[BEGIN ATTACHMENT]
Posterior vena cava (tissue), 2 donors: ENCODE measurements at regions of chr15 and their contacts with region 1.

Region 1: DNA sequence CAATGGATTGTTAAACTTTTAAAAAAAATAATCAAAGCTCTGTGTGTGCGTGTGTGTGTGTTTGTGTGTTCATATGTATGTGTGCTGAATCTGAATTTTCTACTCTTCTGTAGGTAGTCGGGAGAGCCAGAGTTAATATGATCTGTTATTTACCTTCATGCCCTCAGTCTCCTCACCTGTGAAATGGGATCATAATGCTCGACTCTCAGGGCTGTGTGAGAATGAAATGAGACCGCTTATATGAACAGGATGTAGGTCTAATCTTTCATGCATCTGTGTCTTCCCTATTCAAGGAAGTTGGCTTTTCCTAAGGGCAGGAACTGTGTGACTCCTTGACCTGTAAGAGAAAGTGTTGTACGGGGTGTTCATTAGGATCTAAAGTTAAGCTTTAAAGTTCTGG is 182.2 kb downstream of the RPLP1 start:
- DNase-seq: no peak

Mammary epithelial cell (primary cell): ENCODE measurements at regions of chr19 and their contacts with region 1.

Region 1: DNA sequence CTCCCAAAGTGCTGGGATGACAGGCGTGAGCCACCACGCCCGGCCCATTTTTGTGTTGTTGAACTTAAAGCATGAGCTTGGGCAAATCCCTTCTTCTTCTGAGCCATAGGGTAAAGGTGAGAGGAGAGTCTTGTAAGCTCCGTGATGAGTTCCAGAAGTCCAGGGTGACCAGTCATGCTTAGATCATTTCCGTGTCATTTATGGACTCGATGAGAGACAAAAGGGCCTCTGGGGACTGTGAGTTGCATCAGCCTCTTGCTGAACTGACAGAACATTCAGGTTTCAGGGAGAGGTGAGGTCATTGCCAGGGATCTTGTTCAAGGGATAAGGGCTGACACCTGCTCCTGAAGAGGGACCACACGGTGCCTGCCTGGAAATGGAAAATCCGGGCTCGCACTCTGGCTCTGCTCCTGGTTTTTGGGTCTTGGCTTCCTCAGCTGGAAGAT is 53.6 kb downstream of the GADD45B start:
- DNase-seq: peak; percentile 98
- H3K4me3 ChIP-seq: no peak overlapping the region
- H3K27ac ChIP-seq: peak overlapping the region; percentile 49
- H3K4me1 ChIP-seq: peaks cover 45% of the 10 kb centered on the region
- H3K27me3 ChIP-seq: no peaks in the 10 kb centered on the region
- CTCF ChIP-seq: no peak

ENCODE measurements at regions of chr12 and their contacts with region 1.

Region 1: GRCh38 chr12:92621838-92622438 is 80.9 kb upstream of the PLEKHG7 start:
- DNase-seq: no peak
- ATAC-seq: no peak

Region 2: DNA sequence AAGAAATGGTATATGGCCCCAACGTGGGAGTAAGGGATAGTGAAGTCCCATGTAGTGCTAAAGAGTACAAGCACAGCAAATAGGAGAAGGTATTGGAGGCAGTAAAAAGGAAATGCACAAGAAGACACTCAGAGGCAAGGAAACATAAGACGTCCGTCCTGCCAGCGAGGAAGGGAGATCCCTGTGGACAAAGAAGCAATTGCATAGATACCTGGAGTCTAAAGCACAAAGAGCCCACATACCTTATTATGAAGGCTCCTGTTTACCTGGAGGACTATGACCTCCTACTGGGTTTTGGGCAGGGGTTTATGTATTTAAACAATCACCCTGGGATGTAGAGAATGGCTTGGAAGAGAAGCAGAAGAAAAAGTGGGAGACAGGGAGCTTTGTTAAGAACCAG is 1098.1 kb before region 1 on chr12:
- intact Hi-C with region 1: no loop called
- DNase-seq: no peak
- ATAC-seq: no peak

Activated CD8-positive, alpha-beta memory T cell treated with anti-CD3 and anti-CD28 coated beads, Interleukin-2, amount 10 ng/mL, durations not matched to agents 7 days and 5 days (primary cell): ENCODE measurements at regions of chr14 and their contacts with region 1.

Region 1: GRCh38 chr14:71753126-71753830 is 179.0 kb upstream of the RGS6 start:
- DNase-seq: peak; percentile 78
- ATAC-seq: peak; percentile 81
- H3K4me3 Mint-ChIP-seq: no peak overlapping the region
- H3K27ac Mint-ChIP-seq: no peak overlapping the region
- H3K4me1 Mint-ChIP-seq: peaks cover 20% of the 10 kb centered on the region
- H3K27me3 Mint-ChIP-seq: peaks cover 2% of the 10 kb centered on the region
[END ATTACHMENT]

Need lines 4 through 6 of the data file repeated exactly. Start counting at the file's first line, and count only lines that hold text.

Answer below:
Mammary epithelial cell (primary cell): ENCODE measurements at regions of chr19 and their contacts with region 1.

Region 1: DNA sequence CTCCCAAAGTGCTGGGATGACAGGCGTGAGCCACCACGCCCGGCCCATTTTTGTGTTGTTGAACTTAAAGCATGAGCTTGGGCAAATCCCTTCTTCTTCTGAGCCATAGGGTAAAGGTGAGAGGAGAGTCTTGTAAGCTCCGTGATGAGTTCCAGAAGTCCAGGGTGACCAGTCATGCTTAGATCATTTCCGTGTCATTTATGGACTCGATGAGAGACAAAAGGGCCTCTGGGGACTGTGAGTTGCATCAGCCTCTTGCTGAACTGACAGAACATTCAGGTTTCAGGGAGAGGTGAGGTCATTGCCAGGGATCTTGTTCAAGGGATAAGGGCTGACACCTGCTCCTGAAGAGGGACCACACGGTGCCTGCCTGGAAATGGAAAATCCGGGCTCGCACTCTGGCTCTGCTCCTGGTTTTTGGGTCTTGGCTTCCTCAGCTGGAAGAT is 53.6 kb downstream of the GADD45B start:
- DNase-seq: peak; percentile 98